I think if I were an adcom member (although I have NO idea how they think!) I’d be more interested in a candidate who’s gone to China to study TCM. The 1-2 year programs in Shanghai seem very workable with your timeline. I think you’d get more out of that than studying a similiar program in the US, especially because you already speak Chinese. I think a three year program in the states might hurt your chances with adcoms, because of their inherent conservative nature. They’ll ask - what makes you sure you want to do allopathic medicine? I think you’d be able to sell them on the validity of a China chinese medicine experience as your pathway to becoming the best doctor you can be, in part because it’s novel. I’m not so sure about a US TCM school. I would ask people who’ve done non-science masters programs in between post bacc work and med school and nurses who’ve switched to medicine for their advice, they might be more help!
Orb

Dave, I don’t have a strong opinion either way on pursuing TCM before/after med school - except to say that the fact you’re intrigued by it and willing to spend time/money studying it means that you’ve already established a degree of open-mindedness that I hope you’ll hang onto during allopathic/osteopathic (which is also Western, of course!) training.
Actually as I write this I realize I do have an opinion of sorts… this is just one perspective and I offer it FWIW, but my perspective is that of someone who has reviewed files for an AdCom so I hope it might be helpful. When I review a file, I look at the AMCAS stuff first. In your case, if you pursue the TCM training, I’d see what would at that time be a two-year-old MCAT score. I’d think, “Huh, wonder why?” I’d continue reading and I’d find out that you actually completed all the stuff to get you ready for medical school two years ago, but you went into this TCM thing… and the next thing I’d ask myself is, "If he was so anxious to be a doctor, why’s he been messing around with TCM for so long?"
Now, let me add that such a question would be one of curiosity, NOT prejudgment, and hopefully your personal statement and other supporting materials would make a case such that I’d end up thinking, “Huh, he’s had a pretty interesting background.” But I do think there are some folks who might bristle a bit and interpret your timing as meaning that you are not as interested in medicine as you SHOULD be. (I recognize this isn’t fair, but remember, you can’t control what people think!) Hope this is making sense.
Could you “shadow” a TCM practitioner during that glide year, instead of jumping into the full program? Obviously it’s not the same as really studying it, I know, but neither would it cost you $50k and delay your med school matriculation by two years.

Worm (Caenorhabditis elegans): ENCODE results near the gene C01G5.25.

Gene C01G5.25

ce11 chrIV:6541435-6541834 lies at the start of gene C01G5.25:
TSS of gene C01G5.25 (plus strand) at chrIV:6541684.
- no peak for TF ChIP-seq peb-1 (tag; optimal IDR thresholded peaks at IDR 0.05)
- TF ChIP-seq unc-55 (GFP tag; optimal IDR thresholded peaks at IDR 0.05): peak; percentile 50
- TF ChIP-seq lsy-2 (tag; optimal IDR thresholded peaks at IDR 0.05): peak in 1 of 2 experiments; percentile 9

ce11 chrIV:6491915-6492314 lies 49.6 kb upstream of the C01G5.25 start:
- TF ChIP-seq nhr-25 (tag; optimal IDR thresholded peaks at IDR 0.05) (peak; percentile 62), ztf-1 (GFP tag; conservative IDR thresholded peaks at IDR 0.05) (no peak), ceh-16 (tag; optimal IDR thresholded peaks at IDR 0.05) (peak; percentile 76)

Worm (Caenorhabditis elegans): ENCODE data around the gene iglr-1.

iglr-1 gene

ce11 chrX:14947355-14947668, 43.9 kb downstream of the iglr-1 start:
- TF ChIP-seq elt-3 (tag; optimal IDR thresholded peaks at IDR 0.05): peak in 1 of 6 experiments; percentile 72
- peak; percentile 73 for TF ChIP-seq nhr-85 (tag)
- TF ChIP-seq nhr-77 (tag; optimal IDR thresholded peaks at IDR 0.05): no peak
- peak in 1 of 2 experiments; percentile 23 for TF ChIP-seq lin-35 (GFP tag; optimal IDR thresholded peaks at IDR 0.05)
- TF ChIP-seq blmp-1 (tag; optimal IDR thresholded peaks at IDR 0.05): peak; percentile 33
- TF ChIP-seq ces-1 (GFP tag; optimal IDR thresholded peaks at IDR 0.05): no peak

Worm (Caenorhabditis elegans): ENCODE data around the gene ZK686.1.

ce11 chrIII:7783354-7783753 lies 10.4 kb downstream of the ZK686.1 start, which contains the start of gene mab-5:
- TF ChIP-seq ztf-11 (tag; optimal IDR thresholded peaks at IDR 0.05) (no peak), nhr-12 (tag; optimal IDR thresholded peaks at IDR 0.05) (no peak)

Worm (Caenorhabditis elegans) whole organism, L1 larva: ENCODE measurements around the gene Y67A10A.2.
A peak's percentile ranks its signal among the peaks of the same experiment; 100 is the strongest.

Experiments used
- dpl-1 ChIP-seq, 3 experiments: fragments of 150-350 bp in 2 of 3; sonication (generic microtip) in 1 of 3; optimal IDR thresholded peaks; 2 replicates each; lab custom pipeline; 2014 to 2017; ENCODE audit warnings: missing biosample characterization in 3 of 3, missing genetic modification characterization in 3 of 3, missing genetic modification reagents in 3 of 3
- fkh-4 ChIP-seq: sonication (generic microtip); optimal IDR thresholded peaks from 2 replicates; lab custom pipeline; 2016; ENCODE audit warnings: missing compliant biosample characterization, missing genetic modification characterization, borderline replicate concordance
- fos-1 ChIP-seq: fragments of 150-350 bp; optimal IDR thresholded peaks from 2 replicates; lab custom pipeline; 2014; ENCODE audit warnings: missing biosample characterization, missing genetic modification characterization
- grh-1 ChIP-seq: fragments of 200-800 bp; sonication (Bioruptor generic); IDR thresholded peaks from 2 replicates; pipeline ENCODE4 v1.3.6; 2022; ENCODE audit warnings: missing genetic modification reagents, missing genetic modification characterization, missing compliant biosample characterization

I guess I am thinking that your solution to the “glide year” problem is kinda extreme - a three-year solution for a one-year problem could end up creating a new set of problems.
Just my .02 and worth both pennies, I’m sure.

Sounds like you’ve got a lot going on.
Just wanted to throw more information in the pot for you to think about…
There are quite a few naturopathic schools in the US, I think 6 to be exact. Several of them offer programs for MDs that offer training in naturopathic medicine, including homeopathy, herbal remedies, and acupuncture, to name a few…
It might be something to consider.

As someone who has sat on an AdComm, I can assure you that the “concerns” that Mary alludes to are valid and reasonably likely to happen during file review and committee meeting discussion (either pre or post interview). A comment on a file review might be “Why Western medicine?” or “Seems like s/he is still casting about for a health career.” and so forth. I’m not at all sure that this would be primarily curiousity rather the judgmental. Please remember that with the enormous numbers of applications that med schools receive, they are looking for reasons to reduce the number applications that they need to review and applicants to interview.
Cheers,
Judy

Hi Seto, I don’t know too much about Chinese Medicine but the physicians and admission offices/premed advisors I’ve spoken to do seem to stress one thing - commitment to medicine. I realize that Chinese, homeopathic, and native american medicine are in fact related to medicine. I’m not sure it would actually hurt your application, but I’m not sure it would help either.
Do you really need to do both…couldn’t you just pursue the M.D./D.O. and make sure your practice encompasses Chinese medicine as well. But do you really need a formal program? I know of a vet that offer acupuncture as well as the traditional animal medicine. It can be done. I say this to anyone who is considering doing a joint/combined practice. I just wonder if it’s really necessary to do the formalities of both. I say this to people who want to get a JD/MD - if you want be a lawyer who focuses on health care law and/or medical malpractice, go to law school and focus your practice on that. If you want to be a doctor, who writes, teaches, sits on the bioethics committee - go to med school, write a couple of article, attend/give a couple of conferences in bioethics, medical law, etc. I just don’t think you really need to do both. It won’t hurt to get both, but it won’t help. And definitely for those people are considering a joint focus, I would always suggest going for the medical school first. After all, it is much more difficult to get into medical school, than law school or even TCM. Bc there are so many qualified applicants in the pool, they really want to know who is committed. I think other disciplines are less focused on this and are not so inundated with applications. I’m not saying it’s impossible, but it’s certainly harder. If at all possible, I would go to medical school first, and if at the end of it all, you feel that the TCM is really necessary to enhance your practice, do that later.